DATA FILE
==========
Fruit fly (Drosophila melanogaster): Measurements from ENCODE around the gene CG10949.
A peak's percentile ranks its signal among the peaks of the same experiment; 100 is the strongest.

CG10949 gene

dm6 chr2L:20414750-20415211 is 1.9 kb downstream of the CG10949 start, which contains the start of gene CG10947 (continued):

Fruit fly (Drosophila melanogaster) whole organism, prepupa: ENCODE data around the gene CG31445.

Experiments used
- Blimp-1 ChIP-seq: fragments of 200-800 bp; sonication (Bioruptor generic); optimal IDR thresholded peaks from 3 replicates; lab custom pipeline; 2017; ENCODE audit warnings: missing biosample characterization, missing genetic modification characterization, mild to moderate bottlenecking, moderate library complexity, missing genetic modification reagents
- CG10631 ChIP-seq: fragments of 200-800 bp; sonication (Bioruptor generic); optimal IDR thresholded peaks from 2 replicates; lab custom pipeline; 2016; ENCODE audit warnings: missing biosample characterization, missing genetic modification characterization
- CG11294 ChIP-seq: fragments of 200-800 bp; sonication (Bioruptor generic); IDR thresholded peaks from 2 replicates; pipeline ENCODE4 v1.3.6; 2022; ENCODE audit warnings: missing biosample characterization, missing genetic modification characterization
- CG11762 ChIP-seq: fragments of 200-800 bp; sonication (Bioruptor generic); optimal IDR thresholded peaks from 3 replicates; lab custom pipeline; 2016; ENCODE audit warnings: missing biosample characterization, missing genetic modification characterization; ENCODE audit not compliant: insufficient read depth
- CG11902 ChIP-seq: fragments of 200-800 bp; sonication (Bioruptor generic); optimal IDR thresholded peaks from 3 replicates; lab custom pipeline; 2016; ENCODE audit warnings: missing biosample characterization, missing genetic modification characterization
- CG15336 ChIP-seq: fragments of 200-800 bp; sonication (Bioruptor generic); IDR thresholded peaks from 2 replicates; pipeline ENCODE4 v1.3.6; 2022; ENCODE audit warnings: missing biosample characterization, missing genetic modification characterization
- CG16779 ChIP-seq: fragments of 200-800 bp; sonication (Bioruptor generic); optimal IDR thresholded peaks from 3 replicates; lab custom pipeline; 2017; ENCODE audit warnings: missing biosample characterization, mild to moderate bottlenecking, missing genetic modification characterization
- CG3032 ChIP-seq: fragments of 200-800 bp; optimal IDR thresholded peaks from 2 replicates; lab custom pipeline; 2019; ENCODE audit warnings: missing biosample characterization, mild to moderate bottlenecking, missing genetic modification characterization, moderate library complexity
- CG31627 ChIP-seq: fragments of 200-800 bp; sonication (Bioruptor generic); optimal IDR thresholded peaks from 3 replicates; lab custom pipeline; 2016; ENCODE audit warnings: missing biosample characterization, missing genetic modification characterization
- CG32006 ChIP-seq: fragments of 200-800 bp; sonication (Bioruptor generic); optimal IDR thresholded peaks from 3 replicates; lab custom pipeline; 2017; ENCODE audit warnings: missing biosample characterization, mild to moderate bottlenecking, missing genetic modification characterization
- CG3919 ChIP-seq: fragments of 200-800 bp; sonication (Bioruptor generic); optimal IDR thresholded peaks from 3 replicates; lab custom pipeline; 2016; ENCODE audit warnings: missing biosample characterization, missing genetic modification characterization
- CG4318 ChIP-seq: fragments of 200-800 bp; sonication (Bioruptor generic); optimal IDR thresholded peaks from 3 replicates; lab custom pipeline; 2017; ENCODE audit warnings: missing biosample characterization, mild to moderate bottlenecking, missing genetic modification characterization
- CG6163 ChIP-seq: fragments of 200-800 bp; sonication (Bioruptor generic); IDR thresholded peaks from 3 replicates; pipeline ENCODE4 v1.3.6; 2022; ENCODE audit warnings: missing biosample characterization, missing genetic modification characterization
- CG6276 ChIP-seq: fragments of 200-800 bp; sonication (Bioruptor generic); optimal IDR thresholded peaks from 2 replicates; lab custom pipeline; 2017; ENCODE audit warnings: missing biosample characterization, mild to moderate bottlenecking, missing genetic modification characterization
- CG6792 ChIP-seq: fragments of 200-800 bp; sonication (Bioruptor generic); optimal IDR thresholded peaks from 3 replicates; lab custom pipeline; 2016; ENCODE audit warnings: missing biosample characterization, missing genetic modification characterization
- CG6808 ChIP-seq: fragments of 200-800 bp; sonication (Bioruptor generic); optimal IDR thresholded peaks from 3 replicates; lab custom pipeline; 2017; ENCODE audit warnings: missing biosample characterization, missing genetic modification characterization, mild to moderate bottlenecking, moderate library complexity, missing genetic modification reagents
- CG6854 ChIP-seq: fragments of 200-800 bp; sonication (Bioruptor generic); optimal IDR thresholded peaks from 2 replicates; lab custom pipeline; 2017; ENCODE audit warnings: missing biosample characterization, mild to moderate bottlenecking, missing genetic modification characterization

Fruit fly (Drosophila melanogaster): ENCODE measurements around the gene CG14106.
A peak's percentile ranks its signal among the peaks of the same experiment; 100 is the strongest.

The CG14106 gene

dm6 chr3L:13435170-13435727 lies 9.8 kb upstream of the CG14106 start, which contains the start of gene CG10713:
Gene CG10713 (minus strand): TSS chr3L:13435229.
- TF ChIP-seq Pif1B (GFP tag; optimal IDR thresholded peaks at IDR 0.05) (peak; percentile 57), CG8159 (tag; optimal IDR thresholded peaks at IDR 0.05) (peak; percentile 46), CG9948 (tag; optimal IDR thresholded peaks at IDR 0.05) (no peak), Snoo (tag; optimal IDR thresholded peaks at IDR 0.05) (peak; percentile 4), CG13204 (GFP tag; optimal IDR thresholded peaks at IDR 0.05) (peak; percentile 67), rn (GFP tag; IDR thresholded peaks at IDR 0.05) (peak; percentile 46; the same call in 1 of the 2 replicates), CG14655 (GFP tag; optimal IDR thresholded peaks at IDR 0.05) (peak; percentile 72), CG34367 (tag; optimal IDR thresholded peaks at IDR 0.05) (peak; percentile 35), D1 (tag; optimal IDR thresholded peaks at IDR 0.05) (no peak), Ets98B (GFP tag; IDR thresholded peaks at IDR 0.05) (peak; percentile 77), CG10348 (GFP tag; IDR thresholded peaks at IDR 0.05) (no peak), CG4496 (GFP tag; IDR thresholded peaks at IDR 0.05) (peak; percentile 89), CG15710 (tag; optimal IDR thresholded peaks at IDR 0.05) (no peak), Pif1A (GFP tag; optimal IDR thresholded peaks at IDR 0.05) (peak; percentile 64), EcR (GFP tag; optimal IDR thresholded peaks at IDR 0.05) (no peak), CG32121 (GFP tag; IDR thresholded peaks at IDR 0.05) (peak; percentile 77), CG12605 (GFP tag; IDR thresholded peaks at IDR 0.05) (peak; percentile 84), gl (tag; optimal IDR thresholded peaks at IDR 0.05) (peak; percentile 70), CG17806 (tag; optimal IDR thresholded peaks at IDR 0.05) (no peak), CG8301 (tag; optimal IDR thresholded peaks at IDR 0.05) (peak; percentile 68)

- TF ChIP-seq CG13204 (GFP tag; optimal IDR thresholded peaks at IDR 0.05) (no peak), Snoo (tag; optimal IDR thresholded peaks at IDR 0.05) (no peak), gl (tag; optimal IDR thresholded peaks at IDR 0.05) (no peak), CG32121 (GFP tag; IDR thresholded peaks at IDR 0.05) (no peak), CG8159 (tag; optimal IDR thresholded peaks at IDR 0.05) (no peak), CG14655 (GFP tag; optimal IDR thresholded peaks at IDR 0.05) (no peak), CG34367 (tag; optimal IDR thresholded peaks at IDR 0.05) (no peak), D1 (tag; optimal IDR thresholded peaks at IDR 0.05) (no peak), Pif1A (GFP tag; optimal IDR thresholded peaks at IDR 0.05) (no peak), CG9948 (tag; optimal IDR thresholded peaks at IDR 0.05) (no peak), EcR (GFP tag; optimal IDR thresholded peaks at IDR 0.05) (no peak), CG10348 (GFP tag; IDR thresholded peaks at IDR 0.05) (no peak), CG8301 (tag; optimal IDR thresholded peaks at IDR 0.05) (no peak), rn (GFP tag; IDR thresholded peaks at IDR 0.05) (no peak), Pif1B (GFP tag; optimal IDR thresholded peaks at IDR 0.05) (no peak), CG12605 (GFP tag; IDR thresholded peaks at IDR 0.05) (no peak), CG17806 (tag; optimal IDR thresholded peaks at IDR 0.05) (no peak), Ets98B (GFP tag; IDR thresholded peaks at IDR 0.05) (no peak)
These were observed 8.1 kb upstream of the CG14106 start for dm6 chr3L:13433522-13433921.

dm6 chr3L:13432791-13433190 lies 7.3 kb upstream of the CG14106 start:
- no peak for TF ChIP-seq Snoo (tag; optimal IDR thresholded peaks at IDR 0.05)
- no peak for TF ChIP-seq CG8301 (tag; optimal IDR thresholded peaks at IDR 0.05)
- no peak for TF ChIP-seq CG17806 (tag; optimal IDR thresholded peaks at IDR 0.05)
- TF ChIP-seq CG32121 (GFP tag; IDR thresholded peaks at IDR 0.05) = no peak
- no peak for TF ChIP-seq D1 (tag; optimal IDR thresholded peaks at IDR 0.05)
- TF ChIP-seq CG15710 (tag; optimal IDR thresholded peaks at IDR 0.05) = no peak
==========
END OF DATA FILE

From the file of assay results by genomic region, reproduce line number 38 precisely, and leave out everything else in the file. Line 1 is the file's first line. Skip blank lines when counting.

- TF ChIP-seq CG15710 (tag; optimal IDR thresholded peaks at IDR 0.05) = no peak